Caution should be taken when sharing the road with farm equipment. Even with the attachments pulled tight to the body of a tractor, many are over 15 feet wide and moving off to a narrow shoulder does not give much space for a car to pass. Most of the crashes that involve farm equipment occur on a clear day, during daylight hours, and/or on a dry surface that is paved. Typical crashes with farm equipment include sideswipes and angle crashes. These types of crashes occur while farm equipment is turning left and a motorist tries to pass. In some cases, a farmer uses a left hand signal, and drivers mistake this as a sign for them to pass. Many farmers will use hand signals to warn drivers when they are turning or stopping.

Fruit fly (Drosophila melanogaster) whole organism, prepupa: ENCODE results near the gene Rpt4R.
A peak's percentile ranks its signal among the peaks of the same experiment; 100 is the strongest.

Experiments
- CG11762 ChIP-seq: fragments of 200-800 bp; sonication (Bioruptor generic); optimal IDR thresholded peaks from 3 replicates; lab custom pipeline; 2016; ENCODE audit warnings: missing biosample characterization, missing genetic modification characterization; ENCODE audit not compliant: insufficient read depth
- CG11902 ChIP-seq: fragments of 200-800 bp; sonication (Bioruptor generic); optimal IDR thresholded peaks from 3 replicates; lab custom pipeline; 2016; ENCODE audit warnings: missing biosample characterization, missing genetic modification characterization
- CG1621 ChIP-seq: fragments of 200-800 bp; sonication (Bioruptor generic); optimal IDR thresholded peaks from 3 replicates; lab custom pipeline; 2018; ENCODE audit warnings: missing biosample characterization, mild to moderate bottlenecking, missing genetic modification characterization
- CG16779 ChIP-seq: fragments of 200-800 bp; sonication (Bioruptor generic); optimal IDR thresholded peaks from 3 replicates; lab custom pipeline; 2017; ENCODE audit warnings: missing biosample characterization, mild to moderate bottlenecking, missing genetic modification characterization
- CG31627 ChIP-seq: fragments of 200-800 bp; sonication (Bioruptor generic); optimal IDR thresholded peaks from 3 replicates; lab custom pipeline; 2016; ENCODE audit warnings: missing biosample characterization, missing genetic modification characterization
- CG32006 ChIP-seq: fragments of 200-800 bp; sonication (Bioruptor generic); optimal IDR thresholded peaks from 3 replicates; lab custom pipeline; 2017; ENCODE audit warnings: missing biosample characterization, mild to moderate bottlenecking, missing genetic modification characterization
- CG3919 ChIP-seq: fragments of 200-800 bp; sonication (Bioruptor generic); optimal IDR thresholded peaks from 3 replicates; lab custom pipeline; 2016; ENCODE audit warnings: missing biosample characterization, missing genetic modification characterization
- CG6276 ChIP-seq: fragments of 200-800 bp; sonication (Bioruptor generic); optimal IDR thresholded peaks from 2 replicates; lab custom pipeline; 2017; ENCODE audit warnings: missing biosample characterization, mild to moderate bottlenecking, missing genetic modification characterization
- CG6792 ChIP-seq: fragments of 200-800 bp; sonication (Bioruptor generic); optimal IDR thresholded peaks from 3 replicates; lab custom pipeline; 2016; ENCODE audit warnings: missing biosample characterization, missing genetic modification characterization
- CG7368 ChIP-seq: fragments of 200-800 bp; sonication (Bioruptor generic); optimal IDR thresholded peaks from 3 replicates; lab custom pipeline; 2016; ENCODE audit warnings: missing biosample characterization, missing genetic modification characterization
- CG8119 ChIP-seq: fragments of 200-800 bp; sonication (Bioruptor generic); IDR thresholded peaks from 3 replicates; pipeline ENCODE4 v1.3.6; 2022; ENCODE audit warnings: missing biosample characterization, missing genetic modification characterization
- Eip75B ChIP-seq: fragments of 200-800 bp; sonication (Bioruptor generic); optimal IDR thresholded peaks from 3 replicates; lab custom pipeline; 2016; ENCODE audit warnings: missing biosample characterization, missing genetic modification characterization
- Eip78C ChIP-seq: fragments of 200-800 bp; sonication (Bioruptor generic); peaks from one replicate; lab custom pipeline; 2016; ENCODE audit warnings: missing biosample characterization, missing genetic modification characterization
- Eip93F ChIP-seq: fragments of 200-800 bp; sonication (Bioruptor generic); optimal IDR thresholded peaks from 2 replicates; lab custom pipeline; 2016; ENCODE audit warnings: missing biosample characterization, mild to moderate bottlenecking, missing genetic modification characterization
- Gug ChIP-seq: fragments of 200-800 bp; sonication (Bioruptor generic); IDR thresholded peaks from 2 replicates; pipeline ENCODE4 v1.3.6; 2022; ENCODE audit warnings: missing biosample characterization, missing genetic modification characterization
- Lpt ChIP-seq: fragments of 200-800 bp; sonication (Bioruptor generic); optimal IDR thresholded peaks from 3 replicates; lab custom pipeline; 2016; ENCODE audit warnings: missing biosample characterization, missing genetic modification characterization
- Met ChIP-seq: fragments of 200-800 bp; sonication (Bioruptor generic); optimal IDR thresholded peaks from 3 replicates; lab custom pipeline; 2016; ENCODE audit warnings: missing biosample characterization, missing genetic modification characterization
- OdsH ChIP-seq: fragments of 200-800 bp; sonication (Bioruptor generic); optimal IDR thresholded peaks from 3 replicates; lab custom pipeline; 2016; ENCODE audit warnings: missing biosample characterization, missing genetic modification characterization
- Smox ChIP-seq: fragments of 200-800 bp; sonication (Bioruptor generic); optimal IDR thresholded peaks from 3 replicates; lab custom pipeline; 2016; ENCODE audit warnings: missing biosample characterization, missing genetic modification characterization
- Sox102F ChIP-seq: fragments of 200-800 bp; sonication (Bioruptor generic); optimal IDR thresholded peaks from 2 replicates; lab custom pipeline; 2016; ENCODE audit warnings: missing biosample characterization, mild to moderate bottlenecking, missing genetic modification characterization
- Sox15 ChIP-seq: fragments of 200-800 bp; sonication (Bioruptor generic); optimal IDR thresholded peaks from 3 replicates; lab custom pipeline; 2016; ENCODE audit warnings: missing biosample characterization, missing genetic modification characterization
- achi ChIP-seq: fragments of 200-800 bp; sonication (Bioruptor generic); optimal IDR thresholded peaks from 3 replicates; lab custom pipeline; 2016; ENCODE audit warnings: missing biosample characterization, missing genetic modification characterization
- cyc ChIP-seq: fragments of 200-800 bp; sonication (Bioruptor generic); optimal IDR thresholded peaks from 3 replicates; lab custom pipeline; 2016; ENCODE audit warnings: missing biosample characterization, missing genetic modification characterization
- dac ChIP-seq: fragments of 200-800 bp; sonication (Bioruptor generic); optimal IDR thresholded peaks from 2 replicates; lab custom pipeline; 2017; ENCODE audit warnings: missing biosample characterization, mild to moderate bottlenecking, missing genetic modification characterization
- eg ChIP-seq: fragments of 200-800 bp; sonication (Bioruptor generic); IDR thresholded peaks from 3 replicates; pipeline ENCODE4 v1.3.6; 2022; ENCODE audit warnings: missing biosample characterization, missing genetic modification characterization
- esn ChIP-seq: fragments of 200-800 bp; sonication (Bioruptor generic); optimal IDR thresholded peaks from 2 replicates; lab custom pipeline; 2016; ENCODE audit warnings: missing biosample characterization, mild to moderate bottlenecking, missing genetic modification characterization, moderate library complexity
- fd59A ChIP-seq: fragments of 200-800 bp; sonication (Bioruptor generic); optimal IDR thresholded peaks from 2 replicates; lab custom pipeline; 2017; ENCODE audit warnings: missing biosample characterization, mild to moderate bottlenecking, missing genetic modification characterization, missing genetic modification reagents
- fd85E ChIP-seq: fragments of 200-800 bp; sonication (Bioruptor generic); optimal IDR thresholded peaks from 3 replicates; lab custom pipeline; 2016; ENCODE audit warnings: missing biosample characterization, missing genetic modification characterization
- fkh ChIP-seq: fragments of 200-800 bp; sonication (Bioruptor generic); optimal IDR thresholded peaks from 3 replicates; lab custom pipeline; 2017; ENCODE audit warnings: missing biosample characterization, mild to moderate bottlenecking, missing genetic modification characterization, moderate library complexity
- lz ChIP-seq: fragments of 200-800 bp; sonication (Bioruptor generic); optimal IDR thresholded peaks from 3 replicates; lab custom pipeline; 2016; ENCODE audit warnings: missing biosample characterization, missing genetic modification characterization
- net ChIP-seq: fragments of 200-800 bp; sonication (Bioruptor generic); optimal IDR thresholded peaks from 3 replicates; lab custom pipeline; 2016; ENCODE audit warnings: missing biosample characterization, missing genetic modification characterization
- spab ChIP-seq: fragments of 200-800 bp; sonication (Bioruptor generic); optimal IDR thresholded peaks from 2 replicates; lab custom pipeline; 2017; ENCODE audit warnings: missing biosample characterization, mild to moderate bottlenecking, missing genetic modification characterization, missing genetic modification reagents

When sharing the road with farm equipment, obey the rules of the road. It is illegal and very dangerous to pass farm equipment in a no passing zone. Farm equipment may be wider than what is visible from behind and may require ample space in both lanes. It may also be difficult to see traffic approaching in the opposite direction.

The key to safety when sharing the road with farm equipment is to be patient. If farm equipment is causing a delay in traffic, the farmer should move off the road at the nearest practical location and allow the traffic to pass. Research has shown that even if you have to slow down to 20 mph and follow a tractor for two miles, it takes only six minutes of your time, which is approximately equivalent to waiting for two stoplights.

Motorists can avoid other potentially dangerous encounters with slow-moving vehicles by following these driving tips:

– Recognize and respect the slow-moving vehicle and when you see one, slow down as if you are approaching a stoplight.